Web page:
Trove of Health Insurance Data Released at 'Health Datapalooza'

New data enables development of data-driven ratings of health insurance plans

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For decades, individuals and families shopping for health insurance have been unable to easily lay their hands on the most basic information on costs and coverage that they need to make an informed choice. That's about to change.

Bill Corr, deputy secretary of the U.S. Department of Health and Human Services said Tuesday that his agency has unlocked a vault of federal insurance data now available on the website Healthcare.gov, so that any organization or person with the technical know-how can access and compare data on the costs and benefits of thousands of insurance plans.

U.S. News & World Report is already working hard to turn this trove of data into a tool consumers can use to compare plans and select from the best.

“When consumers can easily compare plans,” Corr said, “insurance companies will no longer be able to hide behind the fine print.” He made his announcement in Washington, D.C., at the Health Data Initiative Forum. That event, better known by the nickname Health Datapalooza, aims to showcase new applications that employ data from government and other sources. It ends today.

Early this year, we stated our intention to add health insurance--specifically, plans sold by insurers directly to individuals and families--to the roster of healthcare products and services that U.S. News evaluates on behalf of consumers. Individuals and families seeking to purchase health insurance on their own need to know which plans best fit their budget and coverage requirements. We have now developed a way to help them answer that question. We aim to launch U.S. News Best Health Insurance Plans this August.

Best Health Insurance Plans will draw data from the database Corr spoke of, which also underpins the federal government’s Plan Finder tool on HealthCare.gov. We've identified 31 measures that paint a picture of each plan’s coverage—not just whether a plan pays for a service such as prescription drugs or outpatient surgery, but what strings may be attached. U.S. News will score plans on their completeness of coverage as well as the affordability of their stated premium relative to comparable plans.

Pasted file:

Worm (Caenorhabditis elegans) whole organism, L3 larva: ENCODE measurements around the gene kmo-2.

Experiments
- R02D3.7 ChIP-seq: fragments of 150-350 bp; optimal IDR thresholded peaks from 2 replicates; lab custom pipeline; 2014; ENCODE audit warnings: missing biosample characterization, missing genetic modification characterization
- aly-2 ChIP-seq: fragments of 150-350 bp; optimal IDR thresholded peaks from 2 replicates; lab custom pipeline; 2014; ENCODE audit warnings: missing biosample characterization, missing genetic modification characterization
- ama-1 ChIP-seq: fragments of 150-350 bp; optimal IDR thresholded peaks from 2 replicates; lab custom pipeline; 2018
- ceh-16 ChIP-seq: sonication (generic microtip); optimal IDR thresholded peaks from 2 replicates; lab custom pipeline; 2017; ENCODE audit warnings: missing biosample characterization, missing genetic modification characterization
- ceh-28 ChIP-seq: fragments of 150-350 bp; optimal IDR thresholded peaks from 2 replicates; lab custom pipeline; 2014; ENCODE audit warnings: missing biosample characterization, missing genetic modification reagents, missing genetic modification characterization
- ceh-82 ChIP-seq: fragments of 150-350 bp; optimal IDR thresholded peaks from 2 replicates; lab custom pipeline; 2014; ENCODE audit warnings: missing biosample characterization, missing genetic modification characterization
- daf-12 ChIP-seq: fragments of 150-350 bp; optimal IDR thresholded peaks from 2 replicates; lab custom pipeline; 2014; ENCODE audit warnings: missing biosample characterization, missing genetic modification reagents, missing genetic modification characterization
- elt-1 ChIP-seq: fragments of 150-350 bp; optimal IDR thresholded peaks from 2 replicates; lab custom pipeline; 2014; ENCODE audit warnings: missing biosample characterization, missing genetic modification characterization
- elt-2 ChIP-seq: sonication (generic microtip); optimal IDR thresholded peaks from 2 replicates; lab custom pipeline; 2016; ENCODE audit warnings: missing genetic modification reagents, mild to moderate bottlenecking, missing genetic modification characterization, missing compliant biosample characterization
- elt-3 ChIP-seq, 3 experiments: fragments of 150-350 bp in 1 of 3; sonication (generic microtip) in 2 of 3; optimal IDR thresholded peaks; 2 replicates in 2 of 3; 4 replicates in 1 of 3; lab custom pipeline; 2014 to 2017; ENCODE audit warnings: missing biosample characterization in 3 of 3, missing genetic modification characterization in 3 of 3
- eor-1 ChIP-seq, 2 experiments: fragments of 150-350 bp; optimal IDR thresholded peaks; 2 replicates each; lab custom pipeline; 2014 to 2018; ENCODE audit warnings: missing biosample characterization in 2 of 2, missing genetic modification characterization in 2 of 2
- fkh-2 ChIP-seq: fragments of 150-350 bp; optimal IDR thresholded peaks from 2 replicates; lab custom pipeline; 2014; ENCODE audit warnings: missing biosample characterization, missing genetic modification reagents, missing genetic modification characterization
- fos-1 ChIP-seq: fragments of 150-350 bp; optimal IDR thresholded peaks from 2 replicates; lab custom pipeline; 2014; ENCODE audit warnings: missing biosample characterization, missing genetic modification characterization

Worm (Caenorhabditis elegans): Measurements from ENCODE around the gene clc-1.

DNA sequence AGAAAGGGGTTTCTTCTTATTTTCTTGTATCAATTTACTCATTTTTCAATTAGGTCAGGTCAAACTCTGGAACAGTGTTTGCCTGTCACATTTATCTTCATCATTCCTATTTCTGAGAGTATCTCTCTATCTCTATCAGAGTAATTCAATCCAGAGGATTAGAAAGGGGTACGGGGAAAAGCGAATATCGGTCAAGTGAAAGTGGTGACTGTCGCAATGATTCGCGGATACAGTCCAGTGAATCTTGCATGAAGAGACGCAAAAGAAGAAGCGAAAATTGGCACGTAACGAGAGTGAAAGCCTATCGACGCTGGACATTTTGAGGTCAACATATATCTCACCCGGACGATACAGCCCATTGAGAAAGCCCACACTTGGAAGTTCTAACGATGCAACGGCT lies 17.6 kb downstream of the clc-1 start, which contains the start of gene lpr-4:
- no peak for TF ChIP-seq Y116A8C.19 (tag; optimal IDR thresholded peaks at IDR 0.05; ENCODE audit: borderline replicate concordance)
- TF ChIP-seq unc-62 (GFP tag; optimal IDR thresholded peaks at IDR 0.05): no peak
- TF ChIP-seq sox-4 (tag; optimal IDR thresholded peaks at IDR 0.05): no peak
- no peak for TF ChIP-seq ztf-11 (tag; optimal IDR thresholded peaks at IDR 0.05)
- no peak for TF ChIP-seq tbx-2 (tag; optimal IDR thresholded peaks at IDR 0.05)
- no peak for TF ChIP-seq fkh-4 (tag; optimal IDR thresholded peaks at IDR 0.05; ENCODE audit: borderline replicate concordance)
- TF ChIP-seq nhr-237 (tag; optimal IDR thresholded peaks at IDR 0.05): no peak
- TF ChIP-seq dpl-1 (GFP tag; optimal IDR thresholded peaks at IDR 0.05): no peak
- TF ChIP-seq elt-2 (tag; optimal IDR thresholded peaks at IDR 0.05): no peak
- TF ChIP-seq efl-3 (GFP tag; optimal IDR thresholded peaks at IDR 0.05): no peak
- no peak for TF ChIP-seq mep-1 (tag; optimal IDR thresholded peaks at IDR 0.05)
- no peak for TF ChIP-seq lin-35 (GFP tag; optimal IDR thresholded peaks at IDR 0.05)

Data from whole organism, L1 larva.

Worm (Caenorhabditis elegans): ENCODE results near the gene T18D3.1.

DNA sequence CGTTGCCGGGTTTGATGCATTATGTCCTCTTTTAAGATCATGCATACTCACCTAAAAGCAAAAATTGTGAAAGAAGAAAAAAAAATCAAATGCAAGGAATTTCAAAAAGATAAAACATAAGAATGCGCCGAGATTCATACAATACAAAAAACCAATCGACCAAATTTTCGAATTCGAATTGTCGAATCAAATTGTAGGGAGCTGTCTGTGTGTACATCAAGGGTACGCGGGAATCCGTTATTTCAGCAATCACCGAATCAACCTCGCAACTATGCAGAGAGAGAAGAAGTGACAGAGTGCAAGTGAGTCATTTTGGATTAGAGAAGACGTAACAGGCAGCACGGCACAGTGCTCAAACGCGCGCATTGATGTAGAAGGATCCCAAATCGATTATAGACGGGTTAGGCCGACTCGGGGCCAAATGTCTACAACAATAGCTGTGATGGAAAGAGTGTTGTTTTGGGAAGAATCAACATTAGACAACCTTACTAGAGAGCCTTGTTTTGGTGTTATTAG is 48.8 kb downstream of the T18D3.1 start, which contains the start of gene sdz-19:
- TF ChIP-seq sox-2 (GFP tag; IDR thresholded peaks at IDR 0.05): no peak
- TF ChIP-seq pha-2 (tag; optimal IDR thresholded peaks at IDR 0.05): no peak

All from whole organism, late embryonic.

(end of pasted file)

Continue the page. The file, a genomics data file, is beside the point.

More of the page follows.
Much of our methodology will examine a health plan’s coverage of certain benefits deemed “essential” under the Affordable Care Act. (The act names 10 services, but we will focus on those that are both crucial and most subject to variations in coverage from plan to plan.) Among these are outpatient surgery, emergency care, maternity and newborn care  and coverage of rehabilitative and mental health services.

Most plans feature a confusing array of costs, covered services, and limitations. Settling on a definitive list of variables to apply to each plan and deciding how to weight the individual elements wasn't easy.  There’s no such thing as one-size-fits-all health coverage. A plan that makes sense for a single healthy 30-year-old may not be the best choice for a family of four with a child prone to health problems.

We tackled the challenge in several ways. For consumers looking for a quick assessment of available plans, we’ve created a methodology for rating each plan based on its scope of coverage and benefits and its typical cost in terms of premium. For those willing to go a bit deeper in their research, we've committed to creating a user-friendly web interface that allows users to compare plans item by item, detail by detail.

We also think it’s important to reward plans that meet a “truth in description” standard we have created. It speaks to annual out-of-pocket expenses. Plans display an “out-of-pocket maximum” cost figure in brochures, on their web pages, and in the government’s Plan Finder. The label seems to convey a clear message that the dollar amount represents the limit on how much consumers will have to shell out for healthcare during the year in addition to their monthly premiums.

However, “out-of-pocket maximum” doesn't mean that at all. Many plans omit one or more of the other ways policyholders pay more than the stated amount through a deductible, copays, and coinsurance. A plan only gets full credit in our “transparency” measure if all three of these cost extenders are built into the annual out-of pocket limit.

We would like to evaluate plans on clinical quality, too: the extent to which members receive appropriate medical care. Measures that would enable that sort of analysis, unfortunately, do not exist for individual health plans. But states are required by the Affordable Care Act to develop them by 2014, potentially opening an avenue for us to pursue this goal.

The National Committee for Quality Assurance has developed a set of quality measures for group plans, which it accredits, but individual plans are neither accredited nor do they submit data that demonstrates their ability to keep members healthy. Nor is information about member satisfaction available for individual plans, as it is for accredited group plans through the NCQA’s Consumer Assessment of Healthcare Providers and Systems (CAHPS) scores.

When quality information comes on line, we will evaluate it and incorporate it into Best Health Insurance Plans, as it is—if we think that’s best—or as part of a new methodology that we believe will better meet users’ needs. Stay tuned.